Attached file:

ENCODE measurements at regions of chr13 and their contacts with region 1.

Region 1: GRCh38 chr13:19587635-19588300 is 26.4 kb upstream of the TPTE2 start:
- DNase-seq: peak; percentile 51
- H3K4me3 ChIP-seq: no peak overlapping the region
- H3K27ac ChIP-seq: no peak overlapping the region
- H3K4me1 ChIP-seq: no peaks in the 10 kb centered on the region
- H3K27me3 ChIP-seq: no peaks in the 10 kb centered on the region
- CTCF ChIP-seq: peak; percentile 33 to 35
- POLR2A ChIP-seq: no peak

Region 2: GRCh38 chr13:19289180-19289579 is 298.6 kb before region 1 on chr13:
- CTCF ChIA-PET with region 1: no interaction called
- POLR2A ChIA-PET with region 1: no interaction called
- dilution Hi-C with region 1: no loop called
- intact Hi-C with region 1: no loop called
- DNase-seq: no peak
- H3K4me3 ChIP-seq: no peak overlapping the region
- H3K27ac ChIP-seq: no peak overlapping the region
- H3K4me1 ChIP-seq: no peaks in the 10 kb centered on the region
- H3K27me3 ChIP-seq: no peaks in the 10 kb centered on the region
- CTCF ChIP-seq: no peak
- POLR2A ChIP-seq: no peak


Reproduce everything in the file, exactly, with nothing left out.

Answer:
ENCODE measurements at regions of chr13 and their contacts with region 1.

Region 1: GRCh38 chr13:19587635-19588300 is 26.4 kb upstream of the TPTE2 start:
- DNase-seq: peak; percentile 51
- H3K4me3 ChIP-seq: no peak overlapping the region
- H3K27ac ChIP-seq: no peak overlapping the region
- H3K4me1 ChIP-seq: no peaks in the 10 kb centered on the region
- H3K27me3 ChIP-seq: no peaks in the 10 kb centered on the region
- CTCF ChIP-seq: peak; percentile 33 to 35
- POLR2A ChIP-seq: no peak

Region 2: GRCh38 chr13:19289180-19289579 is 298.6 kb before region 1 on chr13:
- CTCF ChIA-PET with region 1: no interaction called
- POLR2A ChIA-PET with region 1: no interaction called
- dilution Hi-C with region 1: no loop called
- intact Hi-C with region 1: no loop called
- DNase-seq: no peak
- H3K4me3 ChIP-seq: no peak overlapping the region
- H3K27ac ChIP-seq: no peak overlapping the region
- H3K4me1 ChIP-seq: no peaks in the 10 kb centered on the region
- H3K27me3 ChIP-seq: no peaks in the 10 kb centered on the region
- CTCF ChIP-seq: no peak
- POLR2A ChIP-seq: no peak